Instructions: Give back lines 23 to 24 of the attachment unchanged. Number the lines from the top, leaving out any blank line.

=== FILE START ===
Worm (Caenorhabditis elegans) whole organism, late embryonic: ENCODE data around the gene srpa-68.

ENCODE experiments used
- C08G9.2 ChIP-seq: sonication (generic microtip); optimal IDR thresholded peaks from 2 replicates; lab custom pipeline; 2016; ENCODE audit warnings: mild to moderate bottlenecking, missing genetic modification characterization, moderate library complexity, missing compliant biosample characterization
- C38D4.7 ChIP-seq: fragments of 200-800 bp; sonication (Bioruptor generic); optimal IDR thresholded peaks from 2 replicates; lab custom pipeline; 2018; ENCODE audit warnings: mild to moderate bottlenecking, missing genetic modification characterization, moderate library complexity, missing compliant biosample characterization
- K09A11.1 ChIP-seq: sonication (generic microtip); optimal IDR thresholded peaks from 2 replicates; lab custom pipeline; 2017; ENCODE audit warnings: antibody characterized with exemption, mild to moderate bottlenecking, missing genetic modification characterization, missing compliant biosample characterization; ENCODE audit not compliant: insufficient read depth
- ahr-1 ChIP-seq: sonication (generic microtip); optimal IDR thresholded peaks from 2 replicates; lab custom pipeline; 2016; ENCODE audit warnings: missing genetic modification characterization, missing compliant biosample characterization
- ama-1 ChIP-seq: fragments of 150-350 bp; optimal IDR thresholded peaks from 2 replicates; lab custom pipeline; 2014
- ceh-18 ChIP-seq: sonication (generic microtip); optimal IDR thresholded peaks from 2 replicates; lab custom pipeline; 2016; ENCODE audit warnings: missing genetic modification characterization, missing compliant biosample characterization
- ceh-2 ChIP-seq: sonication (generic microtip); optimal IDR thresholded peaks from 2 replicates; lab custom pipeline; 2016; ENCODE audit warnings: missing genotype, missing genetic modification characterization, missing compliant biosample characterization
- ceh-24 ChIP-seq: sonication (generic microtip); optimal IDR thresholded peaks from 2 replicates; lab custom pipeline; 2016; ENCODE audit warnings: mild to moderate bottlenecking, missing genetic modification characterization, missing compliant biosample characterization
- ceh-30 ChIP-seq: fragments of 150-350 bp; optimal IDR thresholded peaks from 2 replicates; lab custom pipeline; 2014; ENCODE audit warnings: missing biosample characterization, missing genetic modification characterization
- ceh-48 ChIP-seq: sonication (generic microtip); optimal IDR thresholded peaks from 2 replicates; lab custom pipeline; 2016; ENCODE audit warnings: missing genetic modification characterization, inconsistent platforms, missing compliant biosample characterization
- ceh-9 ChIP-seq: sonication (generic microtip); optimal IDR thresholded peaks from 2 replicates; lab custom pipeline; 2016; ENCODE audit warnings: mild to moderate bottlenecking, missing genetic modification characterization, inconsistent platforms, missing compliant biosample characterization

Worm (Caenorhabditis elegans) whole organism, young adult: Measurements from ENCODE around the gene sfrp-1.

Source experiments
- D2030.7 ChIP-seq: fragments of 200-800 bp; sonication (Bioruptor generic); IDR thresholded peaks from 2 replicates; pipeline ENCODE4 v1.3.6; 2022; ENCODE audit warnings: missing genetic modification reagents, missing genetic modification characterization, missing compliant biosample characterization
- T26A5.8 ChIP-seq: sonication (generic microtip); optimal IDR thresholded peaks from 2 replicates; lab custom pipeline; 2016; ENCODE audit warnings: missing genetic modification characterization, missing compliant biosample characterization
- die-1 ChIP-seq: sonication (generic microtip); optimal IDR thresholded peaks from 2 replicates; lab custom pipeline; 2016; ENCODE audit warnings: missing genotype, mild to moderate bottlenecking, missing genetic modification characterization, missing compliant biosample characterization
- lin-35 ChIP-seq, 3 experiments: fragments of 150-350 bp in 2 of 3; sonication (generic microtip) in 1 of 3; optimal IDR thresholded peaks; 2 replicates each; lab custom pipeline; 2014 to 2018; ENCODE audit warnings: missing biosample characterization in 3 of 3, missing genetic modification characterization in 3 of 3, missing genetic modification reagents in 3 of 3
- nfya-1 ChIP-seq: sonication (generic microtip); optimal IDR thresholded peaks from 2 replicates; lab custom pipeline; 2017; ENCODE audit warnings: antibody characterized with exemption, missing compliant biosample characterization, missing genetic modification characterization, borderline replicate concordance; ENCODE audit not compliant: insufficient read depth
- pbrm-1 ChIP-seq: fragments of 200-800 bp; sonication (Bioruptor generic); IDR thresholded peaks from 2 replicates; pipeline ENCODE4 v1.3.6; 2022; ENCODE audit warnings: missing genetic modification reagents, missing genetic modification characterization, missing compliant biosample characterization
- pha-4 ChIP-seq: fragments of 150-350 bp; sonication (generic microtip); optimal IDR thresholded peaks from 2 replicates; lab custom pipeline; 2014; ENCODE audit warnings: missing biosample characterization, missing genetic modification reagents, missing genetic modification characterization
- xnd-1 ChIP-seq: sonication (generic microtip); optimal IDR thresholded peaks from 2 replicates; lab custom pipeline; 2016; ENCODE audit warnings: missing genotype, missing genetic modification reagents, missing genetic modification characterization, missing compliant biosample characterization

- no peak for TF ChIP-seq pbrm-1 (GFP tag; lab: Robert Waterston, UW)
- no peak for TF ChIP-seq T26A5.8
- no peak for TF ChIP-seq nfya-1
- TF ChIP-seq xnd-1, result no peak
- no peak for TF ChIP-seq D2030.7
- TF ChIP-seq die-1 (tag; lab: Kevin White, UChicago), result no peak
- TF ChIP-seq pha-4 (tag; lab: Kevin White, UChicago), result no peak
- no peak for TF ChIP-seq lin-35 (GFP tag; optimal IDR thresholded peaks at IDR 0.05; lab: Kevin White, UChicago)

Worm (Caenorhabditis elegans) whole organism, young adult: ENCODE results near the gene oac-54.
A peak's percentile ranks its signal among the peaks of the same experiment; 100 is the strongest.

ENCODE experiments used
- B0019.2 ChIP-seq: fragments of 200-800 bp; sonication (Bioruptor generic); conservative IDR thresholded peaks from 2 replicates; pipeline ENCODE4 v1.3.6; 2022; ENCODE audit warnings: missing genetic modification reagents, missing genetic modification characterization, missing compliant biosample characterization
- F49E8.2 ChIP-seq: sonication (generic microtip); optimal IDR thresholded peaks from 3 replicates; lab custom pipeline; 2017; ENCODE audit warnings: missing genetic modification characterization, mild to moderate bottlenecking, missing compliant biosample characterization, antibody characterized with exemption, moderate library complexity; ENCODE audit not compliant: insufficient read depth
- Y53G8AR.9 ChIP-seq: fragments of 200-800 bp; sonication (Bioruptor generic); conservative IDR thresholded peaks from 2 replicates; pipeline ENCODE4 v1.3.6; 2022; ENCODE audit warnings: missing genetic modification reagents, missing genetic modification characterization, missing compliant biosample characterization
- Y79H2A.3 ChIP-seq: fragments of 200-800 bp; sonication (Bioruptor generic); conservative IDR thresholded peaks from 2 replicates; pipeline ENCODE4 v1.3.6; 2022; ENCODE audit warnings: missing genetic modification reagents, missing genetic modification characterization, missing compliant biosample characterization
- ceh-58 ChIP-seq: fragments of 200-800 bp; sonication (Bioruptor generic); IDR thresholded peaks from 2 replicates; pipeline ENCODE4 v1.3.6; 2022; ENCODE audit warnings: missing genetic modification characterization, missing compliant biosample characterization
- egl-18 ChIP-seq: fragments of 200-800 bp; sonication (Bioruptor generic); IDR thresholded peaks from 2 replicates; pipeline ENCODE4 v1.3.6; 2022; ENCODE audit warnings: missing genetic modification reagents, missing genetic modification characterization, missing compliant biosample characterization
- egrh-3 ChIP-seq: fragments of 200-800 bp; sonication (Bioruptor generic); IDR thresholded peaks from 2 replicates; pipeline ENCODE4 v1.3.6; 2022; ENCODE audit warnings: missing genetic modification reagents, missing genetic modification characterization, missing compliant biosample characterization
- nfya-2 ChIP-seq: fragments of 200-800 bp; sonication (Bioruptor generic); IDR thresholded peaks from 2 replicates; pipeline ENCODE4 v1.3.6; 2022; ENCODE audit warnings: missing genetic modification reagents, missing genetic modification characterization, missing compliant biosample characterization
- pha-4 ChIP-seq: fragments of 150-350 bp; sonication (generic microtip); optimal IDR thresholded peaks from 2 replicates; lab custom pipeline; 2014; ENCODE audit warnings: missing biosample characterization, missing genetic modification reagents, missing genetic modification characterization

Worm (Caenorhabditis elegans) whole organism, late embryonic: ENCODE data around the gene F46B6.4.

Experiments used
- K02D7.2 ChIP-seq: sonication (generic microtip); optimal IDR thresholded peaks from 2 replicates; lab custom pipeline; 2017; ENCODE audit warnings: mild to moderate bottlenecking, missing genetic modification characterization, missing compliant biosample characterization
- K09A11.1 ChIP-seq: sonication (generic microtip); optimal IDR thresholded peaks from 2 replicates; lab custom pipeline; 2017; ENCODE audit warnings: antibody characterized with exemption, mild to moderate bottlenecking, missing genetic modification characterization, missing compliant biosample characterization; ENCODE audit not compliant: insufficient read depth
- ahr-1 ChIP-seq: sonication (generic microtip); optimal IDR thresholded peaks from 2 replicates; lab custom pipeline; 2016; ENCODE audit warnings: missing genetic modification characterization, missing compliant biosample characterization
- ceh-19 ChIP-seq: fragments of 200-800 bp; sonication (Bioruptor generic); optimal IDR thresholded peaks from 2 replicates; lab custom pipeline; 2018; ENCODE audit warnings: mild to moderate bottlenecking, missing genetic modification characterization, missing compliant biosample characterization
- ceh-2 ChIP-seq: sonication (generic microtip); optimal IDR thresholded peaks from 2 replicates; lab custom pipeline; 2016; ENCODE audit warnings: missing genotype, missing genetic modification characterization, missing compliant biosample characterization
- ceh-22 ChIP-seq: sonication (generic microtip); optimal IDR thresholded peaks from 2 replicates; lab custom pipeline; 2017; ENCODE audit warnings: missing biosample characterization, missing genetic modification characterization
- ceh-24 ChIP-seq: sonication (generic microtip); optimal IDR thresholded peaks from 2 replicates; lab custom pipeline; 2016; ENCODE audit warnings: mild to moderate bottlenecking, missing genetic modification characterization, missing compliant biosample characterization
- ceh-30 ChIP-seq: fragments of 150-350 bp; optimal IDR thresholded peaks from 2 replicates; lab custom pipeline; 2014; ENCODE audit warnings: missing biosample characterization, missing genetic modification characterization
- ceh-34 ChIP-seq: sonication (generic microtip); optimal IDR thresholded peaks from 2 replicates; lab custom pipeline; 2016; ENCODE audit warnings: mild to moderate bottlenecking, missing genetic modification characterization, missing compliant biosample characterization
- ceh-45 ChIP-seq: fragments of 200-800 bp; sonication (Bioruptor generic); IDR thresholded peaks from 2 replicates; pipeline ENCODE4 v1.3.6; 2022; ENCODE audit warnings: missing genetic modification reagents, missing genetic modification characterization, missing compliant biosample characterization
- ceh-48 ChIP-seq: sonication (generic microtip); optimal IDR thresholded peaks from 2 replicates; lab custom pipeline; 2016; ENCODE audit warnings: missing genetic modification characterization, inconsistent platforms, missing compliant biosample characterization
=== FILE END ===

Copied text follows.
- xnd-1 ChIP-seq: sonication (generic microtip); optimal IDR thresholded peaks from 2 replicates; lab custom pipeline; 2016; ENCODE audit warnings: missing genotype, missing genetic modification reagents, missing genetic modification characterization, missing compliant biosample characterization

- no peak for TF ChIP-seq pbrm-1 (GFP tag; lab: Robert Waterston, UW)